The extreme variation in rates does show one of the challenges for a multinational company building a business case for IoT: not only will wages vary between countries (labor substitution is often one of the drivers for Digital Transformation projects) but so will MBB rates. In Zimbabwe the labor substitution factor is going to be small but the cost of communication to backhaul the sensors / instruments will be huge.

Maybe someone in the Falklands / Malvinas is thinking about connecting sheep but I imagine that high MBB rates will not be the issue. Coverage is more likely the challenge.

Its greatest use is maybe for regulators, benchmarking mobile broadband rates. The challenge, as above, is that there are too many variables to adjust for.  But bureaucrats will try, so, imitating them, I looked at all countries within +/-5% of Colombia’s GDP PPP per capita. There are seven: Peru, Palau, St. Lucia, Suriname, Macedonia, Algeria and Grenada. Only Peru would be considered to be ‘like’ Colombia in aspects other than PPP-adjusted average income.

Colombia does not come out too badly: its average tariff, minimum tariff and maximum tariff are below the average for the group. That would suggest to me that the bureaucrats should leave Colombian operators alone on mobile broadband rates.

But they probably will not. For one thing, they are regulators and they have to regulate. They have to be dissatisfied or they would have nothing to do. The other reason is that Peru is almost uniformly cheaper. Colombia only beats it on the cheapest rate. Peru has roughly the same wealth but has a much smaller population. It has the same principal operators (Telefonica and Claro / America Móvil). It even has fewer carriers. It should be equally or probably more expensive. But it isn’t.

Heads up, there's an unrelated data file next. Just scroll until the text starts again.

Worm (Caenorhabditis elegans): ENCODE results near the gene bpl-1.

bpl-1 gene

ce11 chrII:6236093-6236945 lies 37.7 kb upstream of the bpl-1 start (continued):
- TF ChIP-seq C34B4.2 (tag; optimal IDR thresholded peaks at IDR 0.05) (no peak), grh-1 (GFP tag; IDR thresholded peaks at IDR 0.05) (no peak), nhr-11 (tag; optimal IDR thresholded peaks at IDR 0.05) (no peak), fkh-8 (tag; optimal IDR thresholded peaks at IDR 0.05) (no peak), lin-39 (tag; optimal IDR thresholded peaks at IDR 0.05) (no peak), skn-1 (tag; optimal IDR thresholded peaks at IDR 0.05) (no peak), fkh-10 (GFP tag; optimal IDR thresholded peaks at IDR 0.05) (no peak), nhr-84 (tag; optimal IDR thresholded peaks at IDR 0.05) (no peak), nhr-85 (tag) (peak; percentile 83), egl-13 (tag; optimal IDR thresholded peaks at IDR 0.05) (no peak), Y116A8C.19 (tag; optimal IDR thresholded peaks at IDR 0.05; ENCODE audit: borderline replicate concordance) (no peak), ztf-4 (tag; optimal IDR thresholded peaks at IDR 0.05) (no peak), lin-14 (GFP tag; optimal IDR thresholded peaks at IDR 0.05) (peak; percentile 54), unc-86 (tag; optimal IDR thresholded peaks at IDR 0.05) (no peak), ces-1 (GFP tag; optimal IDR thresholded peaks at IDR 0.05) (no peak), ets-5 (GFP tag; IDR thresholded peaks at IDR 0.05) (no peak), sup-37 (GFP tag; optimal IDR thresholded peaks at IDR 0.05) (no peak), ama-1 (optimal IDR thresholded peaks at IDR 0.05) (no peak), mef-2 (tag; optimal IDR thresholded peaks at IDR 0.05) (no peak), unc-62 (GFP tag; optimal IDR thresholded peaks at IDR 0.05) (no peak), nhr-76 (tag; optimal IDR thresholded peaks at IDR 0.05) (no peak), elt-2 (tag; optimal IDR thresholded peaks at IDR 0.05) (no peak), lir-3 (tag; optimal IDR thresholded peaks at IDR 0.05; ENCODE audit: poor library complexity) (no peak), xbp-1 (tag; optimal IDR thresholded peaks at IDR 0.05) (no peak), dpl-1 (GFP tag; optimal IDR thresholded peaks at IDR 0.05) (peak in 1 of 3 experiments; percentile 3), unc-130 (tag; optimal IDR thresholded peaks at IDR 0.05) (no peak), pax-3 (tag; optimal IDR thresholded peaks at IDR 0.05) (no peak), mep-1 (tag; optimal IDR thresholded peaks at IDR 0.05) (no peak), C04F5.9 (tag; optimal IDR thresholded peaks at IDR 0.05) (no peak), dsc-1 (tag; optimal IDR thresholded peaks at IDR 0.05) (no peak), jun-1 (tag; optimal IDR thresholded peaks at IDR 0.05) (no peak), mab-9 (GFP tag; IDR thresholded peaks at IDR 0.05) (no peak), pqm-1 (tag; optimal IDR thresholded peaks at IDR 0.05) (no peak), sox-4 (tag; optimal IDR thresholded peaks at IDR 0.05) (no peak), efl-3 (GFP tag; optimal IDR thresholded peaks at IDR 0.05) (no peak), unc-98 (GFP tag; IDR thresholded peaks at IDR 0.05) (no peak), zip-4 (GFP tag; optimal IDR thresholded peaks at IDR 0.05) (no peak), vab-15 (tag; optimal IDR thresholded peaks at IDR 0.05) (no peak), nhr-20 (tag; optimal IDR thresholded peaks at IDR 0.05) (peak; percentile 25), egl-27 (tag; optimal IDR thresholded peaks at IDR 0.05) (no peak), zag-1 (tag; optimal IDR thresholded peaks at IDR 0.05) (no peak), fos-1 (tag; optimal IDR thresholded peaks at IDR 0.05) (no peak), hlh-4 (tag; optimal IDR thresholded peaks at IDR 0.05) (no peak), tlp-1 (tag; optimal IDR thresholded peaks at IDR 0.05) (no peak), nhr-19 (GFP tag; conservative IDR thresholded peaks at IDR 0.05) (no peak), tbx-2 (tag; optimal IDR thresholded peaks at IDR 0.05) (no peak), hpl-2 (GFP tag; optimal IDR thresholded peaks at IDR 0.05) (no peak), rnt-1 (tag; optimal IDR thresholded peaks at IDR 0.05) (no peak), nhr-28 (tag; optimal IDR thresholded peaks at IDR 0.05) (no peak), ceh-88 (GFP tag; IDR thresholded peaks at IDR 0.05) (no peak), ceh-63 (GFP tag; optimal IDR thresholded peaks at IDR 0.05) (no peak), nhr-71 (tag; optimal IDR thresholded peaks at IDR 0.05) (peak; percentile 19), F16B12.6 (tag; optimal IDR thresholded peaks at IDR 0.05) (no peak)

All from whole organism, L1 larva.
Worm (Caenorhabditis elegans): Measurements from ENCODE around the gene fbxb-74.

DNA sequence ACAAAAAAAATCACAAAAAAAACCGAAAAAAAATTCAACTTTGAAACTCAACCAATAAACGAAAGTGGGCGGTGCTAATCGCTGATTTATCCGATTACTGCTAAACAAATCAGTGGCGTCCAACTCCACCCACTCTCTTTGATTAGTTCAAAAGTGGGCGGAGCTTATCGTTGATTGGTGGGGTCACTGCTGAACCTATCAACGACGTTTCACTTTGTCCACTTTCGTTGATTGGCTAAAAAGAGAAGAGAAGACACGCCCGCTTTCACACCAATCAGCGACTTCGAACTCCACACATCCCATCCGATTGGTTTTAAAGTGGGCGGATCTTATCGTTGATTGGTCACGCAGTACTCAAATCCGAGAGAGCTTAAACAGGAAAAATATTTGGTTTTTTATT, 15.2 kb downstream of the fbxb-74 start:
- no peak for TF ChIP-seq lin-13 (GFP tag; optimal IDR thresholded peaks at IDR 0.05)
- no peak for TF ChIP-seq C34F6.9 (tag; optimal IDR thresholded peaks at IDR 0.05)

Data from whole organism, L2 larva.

And some regulator in Colombia will ask that question. For what it’s worth.

Title Reference: A title but no lyrics this week because there is no connection from the one to the other. Stephen Stills wrote a protest song for his seminal folk-rock band Buffalo Springfield but he had no title. According to Stills, when he presented it to the record label, he said “I have this song here, for what it’s worth, if you want it.” The record executive heard, “I have this song here, For What It’s Worth, if you want it,” and the name stuck. It probably should have been called Stop, Hey What’s That Sound which is in the refrain and which often appears in parentheses after For What It’s Worth. The title may have nothing to do with the lyrics or the point of the song, but it works well for this article because the price for a good or service should be set ‘for what it’s worth’. While generally that might mean higher prices in richer countries (because richer consumers are prepared to pay more) and producers should be unwilling to sell anything below its cost, ‘value’ is actually a fairly complex equation and often not very predictable. Think brand premiums on perfume or clothing or why Kylie Jenner is the world’s youngest billionaire. Voice roaming revenues used to be significant in the Caribbean as rich holiday makers called back home. Skype and WhatsApp killed that business so, no doubt, the local operators responded by raising broadband prices. Since roamers often pay little attention to data roaming fees or do not do the calculation when they buy a prepaid SIM with included GBs…

For what it’s worth, anyway.

For What It Is Worth lyrics by Stephen Stills © Warner/Chappell Music, Inc